WASHINGTON - The nation's two largest bank trade groups are facing a rebellion from state affiliates angry over a legislative package that includes a moratorium on new bank insurance powers.
Frustrated by what they see as the "inside the beltway" mentality of the American Bankers Association and the Independent Bankers Association of America, the state associations are urging their members to lobby Congress directly.
On Monday, executives from more than 40 state bankers associations made a conference call to the ABA to express their displeasure.
The participants were not polled to determine which would actively oppose the bill, but none expressed support, said Roger M. Beverage, president of the Oklahoma Bankers Association and chairman of the ABA's state association division.
The IBAA is facing opposition from state affiliates in Texas, Kentucky, Illinois, Indiana, Ohio, Kansas, and Oklahoma, according to Christopher L. Williston, head of the Independent Bankers Association of Texas.
"What started out as a good, clean bill has been turned into a protectionist effort by the insurance agents to kick our butts," Mr. Williston said. "It's too high a price to pay."
He chairs the Conference for Community Bankers Association Executives, which represents state associations affiliated with the IBAA.
The ABA has maintained a "no position" stance on the legislative package, which includes a major regulatory relief initiative and a separate measure that would repeal the Glass-Steagall Act. The Independent Bankers group has offered grudging support.
But leaders of the rebellious state groups are arguing that the legislation will restrict their ability to add important insurance products at a time when they are being asked to pay $600 million a year to help with the rescue of the thrift insurance fund.
"If bankers are saddled with a new tax, they need a way to earn new revenue," said Mr. Beverage.
House Banking Committee Chairman Jim Leach, R-Iowa, has expressed sympathy for the bankers, but said they must accept the moratorium as part of a political tradeoff to get the bill through the House. A House vote on the package is slated for Oct. 26.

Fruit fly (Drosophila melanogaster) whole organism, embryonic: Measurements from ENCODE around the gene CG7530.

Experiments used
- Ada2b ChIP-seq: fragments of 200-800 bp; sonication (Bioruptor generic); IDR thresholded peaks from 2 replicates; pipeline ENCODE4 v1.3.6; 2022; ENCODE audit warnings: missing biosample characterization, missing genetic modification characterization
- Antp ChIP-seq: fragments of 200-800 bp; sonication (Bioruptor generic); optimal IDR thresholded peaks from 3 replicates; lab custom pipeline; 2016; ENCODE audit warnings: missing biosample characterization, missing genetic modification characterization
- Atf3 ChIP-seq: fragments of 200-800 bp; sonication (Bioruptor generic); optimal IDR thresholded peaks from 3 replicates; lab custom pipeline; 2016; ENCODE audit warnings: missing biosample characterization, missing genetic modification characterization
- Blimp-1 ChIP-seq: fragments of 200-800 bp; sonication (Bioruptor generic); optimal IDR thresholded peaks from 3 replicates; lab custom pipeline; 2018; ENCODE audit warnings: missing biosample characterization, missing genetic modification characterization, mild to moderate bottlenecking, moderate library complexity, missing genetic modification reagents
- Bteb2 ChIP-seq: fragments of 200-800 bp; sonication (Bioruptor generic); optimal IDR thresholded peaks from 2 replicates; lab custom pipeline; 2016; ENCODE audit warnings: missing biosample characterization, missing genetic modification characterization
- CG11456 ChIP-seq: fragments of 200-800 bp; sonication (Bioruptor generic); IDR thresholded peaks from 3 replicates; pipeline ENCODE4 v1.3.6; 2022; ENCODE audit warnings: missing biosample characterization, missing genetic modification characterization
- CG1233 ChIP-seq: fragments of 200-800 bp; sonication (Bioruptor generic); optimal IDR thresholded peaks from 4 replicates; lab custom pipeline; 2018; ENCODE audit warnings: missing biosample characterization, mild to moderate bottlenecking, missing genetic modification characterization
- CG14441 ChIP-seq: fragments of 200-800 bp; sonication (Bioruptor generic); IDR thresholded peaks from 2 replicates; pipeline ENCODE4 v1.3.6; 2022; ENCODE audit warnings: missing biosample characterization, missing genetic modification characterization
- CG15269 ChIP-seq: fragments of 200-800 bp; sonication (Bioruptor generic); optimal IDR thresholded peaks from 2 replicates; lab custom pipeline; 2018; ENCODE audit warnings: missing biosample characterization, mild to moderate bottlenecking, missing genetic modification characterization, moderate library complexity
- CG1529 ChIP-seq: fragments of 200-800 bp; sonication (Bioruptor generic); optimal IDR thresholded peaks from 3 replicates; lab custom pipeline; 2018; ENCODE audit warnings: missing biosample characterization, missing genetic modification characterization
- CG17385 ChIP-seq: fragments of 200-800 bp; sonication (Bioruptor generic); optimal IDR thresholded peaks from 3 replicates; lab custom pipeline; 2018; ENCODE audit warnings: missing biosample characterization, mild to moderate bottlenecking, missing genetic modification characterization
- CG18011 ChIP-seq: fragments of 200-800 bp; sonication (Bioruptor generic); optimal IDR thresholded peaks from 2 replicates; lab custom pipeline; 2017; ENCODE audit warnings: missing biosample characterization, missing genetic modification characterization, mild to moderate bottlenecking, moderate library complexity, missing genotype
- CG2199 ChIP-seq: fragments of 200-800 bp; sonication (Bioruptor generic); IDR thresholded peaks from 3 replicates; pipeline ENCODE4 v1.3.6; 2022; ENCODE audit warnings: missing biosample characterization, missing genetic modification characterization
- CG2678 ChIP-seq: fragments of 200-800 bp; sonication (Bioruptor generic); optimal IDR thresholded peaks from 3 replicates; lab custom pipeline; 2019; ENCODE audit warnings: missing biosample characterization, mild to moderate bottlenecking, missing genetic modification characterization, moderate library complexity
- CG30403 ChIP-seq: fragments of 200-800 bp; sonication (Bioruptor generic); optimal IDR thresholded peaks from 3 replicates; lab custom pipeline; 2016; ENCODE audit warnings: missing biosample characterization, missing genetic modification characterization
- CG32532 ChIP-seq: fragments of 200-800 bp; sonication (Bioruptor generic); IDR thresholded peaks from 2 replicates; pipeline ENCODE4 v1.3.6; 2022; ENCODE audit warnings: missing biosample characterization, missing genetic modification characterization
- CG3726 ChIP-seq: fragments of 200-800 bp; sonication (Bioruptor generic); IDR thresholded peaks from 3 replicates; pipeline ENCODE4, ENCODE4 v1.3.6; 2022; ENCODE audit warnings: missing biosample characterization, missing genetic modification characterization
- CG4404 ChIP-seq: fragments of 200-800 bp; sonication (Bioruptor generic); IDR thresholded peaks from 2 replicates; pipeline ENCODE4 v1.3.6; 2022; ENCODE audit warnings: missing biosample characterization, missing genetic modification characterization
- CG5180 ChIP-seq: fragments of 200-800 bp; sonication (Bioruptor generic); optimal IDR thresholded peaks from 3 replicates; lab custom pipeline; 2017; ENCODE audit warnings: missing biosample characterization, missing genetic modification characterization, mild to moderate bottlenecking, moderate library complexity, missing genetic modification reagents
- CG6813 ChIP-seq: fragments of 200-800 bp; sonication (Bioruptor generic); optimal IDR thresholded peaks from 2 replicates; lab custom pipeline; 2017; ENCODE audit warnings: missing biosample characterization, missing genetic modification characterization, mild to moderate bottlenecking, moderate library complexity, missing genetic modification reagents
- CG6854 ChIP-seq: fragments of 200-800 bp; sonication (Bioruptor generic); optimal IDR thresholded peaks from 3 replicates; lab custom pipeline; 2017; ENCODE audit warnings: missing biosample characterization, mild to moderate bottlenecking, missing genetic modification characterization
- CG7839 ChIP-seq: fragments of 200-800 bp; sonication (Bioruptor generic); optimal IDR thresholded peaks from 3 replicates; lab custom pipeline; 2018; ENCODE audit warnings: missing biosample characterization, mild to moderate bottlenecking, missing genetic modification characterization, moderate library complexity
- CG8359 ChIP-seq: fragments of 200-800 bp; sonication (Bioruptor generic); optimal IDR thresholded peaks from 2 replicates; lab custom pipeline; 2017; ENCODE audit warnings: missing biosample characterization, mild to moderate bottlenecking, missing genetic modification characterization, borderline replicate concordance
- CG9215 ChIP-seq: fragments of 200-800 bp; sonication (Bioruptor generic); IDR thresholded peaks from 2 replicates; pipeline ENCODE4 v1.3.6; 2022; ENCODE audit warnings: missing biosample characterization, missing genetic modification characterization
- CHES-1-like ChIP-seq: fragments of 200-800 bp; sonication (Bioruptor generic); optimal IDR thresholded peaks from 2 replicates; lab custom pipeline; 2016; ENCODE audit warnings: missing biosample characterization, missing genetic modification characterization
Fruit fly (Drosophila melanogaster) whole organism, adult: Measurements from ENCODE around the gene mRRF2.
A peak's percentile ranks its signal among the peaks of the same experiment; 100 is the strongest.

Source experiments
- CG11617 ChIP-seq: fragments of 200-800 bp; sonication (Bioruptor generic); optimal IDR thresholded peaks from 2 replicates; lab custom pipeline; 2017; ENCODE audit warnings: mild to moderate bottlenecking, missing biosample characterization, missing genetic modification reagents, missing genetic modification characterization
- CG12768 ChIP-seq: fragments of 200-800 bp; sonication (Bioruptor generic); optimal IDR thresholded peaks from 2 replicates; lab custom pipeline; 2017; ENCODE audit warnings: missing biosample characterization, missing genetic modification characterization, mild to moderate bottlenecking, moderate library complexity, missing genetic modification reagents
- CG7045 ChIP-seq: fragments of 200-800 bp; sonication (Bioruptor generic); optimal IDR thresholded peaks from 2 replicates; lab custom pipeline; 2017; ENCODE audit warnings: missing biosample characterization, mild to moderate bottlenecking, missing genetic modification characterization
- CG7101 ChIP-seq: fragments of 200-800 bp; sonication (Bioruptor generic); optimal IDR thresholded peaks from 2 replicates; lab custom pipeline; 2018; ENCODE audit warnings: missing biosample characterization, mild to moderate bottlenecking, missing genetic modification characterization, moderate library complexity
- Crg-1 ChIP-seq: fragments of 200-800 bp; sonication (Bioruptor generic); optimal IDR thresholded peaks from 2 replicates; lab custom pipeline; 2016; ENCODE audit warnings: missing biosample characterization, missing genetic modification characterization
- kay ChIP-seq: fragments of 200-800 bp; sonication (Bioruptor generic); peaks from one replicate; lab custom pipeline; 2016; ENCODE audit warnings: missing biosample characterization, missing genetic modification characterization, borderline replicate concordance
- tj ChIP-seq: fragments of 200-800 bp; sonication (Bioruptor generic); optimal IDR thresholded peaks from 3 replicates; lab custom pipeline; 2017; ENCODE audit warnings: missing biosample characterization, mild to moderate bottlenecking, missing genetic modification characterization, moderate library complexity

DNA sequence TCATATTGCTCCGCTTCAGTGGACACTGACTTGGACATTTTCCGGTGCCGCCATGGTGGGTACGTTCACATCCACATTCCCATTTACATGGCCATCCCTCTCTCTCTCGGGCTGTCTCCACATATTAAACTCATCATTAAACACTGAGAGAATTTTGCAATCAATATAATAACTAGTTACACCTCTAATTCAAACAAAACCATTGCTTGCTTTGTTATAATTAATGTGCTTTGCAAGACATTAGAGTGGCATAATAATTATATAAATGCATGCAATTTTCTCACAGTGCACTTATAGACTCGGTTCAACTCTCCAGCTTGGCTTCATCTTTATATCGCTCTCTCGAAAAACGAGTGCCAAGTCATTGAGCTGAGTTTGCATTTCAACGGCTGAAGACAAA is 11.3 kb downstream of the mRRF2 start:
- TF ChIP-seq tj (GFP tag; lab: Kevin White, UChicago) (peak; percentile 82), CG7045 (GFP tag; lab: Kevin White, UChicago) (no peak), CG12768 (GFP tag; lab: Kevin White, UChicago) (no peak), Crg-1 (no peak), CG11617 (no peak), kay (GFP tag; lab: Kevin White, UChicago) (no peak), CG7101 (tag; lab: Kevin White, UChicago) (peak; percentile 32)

Lobbyists for the trade groups agree that they must pay some price for regulatory relief and Glass-Steagall repeal, though they have expressed hope that the insurance moratorium can be jettisoned from the bill.
However, Mr. Beverage and others argue that the legislation isn't worth the price of the Comptroller's moratorium.
In that role, he has asked state ABA and IBAA affiliates to send joint letters to push member banks to lobby Congress against the bill.
Without new insurance products, banks' earnings will be slashed by the payments on the Fico bonds issued for the thrift bailout, Mr. Beverage said.
"This is not just a bank CEO issue. It affects every bank employee and shareholder in the United States. That $12 billion is going to come out of their pockets in terms of salaries, benefits, and dividends," Beverage said.
Some analysts have estimated that the bank share of the thrift fund rescue - $600 million a year over 22 years - has a present value of $12 billion.
Mr. Beverage said an offer by Rep. Leach last week to lessen the Fico burden is not enough, because banks are already losing market share in loans and other traditional bank products, and new business lines are necessary.
Mr. Beverage said he hopes the state associations will sway the ABA to fight the House package. The ABA board of directors will take a vote on the proposal when it is completed, though no date has been set. The opposition of state associations will likely be a factor in that vote, said Edward L. Yingling, the ABA's chief lobbyist.
"The input of the state associations will be very important," he said. "Now it is clear that bankers at the grass-roots level are very concerned about the overall situation with banking legislation.
Kenneth Guenther, executive vice president of the IBAA, said he will meet with the state association executives at their annual meeting this weekend in Austin, Tex. Whether the IBAA will reassess its support for the Glass-Steagall/regulatory relief package is "a premature question," he added.
But the trade group's chairman, Texas banker John Shivers, said he is worried that opposition to the current proposal may lead to even more restrictive proposals later.
"The Leach bill is the best of the worst," said Mr. Shivers, who is past president of the Independent Bankers Association of Texas and chairman of Southwest Bank in Fort Worth. If the House effort fails, he said he believes the Senate will attempt a bill that is even less favorable to banks.
"I would hate to see state bank executives oppose Chairman Leach, who is the only chairman in years who is at least semi-friendly to banks," Mr. Shivers said.
In an effort to defuse the anger of state banking associations, Rep. Leach is scheduled to speak to representatives from several of the organizations today via a telephone conference, a House Banking staffer said.
Bob Harris, president of the Texas Bankers Association, which is affiliated with the ABA, said his organization is already opposed. "Regulatory relief is irrelevant if the industry doesn't have new product authority," he said.
Though Glass-Steagall repeal would allow banks to add new underwriting income, few have the expertise to enter that business, Mr. Harris said.